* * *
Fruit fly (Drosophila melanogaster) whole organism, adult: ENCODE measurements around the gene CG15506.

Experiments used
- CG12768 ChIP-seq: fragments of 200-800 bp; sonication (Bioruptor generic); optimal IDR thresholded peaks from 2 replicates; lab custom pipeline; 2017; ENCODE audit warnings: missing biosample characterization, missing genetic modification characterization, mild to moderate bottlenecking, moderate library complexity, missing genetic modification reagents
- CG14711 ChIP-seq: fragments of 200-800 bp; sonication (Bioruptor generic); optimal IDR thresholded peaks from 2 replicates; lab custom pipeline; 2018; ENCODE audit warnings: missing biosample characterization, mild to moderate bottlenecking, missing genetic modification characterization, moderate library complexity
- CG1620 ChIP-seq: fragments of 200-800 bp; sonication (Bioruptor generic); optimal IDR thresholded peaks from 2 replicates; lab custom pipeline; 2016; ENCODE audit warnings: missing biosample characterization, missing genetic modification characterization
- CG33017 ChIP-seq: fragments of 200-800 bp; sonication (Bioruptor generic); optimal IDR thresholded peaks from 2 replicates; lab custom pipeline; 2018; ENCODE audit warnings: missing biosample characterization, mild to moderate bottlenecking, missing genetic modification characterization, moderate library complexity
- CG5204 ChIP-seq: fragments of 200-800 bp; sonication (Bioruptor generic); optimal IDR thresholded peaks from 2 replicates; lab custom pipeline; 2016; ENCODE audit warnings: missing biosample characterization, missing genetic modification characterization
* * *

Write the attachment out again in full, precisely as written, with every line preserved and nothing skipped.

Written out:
Fruit fly (Drosophila melanogaster) whole organism, adult: ENCODE measurements around the gene CG15506.

Experiments used
- CG12768 ChIP-seq: fragments of 200-800 bp; sonication (Bioruptor generic); optimal IDR thresholded peaks from 2 replicates; lab custom pipeline; 2017; ENCODE audit warnings: missing biosample characterization, missing genetic modification characterization, mild to moderate bottlenecking, moderate library complexity, missing genetic modification reagents
- CG14711 ChIP-seq: fragments of 200-800 bp; sonication (Bioruptor generic); optimal IDR thresholded peaks from 2 replicates; lab custom pipeline; 2018; ENCODE audit warnings: missing biosample characterization, mild to moderate bottlenecking, missing genetic modification characterization, moderate library complexity
- CG1620 ChIP-seq: fragments of 200-800 bp; sonication (Bioruptor generic); optimal IDR thresholded peaks from 2 replicates; lab custom pipeline; 2016; ENCODE audit warnings: missing biosample characterization, missing genetic modification characterization
- CG33017 ChIP-seq: fragments of 200-800 bp; sonication (Bioruptor generic); optimal IDR thresholded peaks from 2 replicates; lab custom pipeline; 2018; ENCODE audit warnings: missing biosample characterization, mild to moderate bottlenecking, missing genetic modification characterization, moderate library complexity
- CG5204 ChIP-seq: fragments of 200-800 bp; sonication (Bioruptor generic); optimal IDR thresholded peaks from 2 replicates; lab custom pipeline; 2016; ENCODE audit warnings: missing biosample characterization, missing genetic modification characterization